Dez Bryant, a star at Oklahoma State, was ruled ineligible by the NCAA last season for having contact with an agent. That "agent" in question was former NFL superstar Deion Sanders. Dez Bryant, who was widely considered the best wide-receiver in the draft (though he was the second WR taken), dropped to No. 24, when the Cowboys traded up to get him.

Incredible. Just Incredible. Once again, the bad behavior of people has gone to all time low!

Tuesday, April 27, 2010

Can't Be 2 Big 2 Fail Anymore!

Fresh off of his victory with health care, President Barack Obama has set his sights on Wall Street and the money changers (banks). America's four largest banks, Citibank, Bank of America, JP Morgan Chase, and Wells Fargo, have assets of $7.4 trillion, which is equal to 52% of our entire GDP. The collapse of any one of these banks would endanger the American economy, even the world economy.

They truly are "too big to fail". They also have too much economic and political power because of their enormous size. We have already seen their devesating effect on the American economy during the near economic collapse of 2008. Very few Americans realize how dangerously close our government came to collapsing during that time. If they did, then the tea baggers and Sarah Palin & Company would have no clout at all right now.

Senators Sherrod Brown (D-OH) and Ted Kaufman (D-DE) introduced a bold bill, the SAFE Banking Act (S. 3241), to break up the big Wall Street banks. This may be the biggest reform of Wall Street and corporate power in 80 years.

According to the New York Times, "The SAFE Banking Act would reinforce a 1994 law that bars any single bank from holding more than 10% of the nation’s total deposits, or about $750 billion. In the years since then, large firms have obtained waivers or used loopholes in the law to exceed that ceiling."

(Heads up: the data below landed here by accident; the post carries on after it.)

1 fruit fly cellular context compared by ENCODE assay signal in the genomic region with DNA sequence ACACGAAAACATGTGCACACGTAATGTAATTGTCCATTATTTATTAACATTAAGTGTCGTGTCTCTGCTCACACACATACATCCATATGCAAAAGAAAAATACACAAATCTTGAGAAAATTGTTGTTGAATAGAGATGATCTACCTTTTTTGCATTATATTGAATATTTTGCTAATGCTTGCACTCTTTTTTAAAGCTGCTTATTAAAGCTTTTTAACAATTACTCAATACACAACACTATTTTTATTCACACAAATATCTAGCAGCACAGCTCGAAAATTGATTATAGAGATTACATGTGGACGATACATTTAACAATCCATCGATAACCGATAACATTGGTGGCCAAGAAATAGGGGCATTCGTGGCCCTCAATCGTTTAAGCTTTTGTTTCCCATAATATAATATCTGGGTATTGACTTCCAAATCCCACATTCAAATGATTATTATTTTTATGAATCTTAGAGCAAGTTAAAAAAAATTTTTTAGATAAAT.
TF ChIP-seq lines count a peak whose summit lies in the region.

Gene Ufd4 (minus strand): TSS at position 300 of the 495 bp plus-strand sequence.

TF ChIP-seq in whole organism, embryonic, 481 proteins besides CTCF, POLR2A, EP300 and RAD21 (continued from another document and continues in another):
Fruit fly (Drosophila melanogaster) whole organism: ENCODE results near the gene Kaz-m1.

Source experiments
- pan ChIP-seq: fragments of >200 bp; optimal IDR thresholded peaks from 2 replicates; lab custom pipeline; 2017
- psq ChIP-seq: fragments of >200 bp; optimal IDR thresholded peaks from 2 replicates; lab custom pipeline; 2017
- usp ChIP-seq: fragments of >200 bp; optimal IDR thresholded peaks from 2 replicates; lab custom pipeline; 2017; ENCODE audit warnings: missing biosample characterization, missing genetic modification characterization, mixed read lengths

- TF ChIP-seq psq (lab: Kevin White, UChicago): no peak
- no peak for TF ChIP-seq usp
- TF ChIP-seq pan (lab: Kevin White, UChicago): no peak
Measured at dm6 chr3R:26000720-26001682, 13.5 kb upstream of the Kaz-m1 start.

It would also limit total bank borrowing to 2% of GDP. I wonder who allowed such loopholes to exist in the first place? I'm just asking. How did we get to this point? Can anyone say lobbyists? High-powered and more importantly, high-paying lobbyists lining the pockets of and offering jobs to a politician near you!

The new bill, the Safe Banking Act, has broad progressive support, including Dean Baker of the Center for Economic and Policy Research, Chris Hayes of The Nation, Prof. Lawrence Lessig, Heather Booth of Americans for Financial Reform, Adam Quinn of Credo, David Arkush of Public Citizen, and Jan Frel of Alternet.

In addition, three Federal Reserve bank presidents, James Bullard, president and chief executive of the Federal Reserve Bank of St. Louis’ Kansas City Fed President Thomas M. Hoenig, and Dallas Fed President Richard W. Fisher, all support breaking up too-big-to-fail banks.

These are good signs. Now when the republicans, the tea bag crew, Glenn, Rush, Sean, and Sarah start hollering socialism and how they want their country back (and you know they will), the President would do well to tell them that he is doing this to help the little guy on Main Street and to ask them who are THEY trying to help out. The poor desperate cat on Main street (or in my case, Market Street) or the fat cats on Wall Street! Let's see what they say about that?

Monday, April 26, 2010

This Might Be Controversial But....

This might be a controversial post, but this being my blog and a place where I can get things off my chest so, let me just get to it...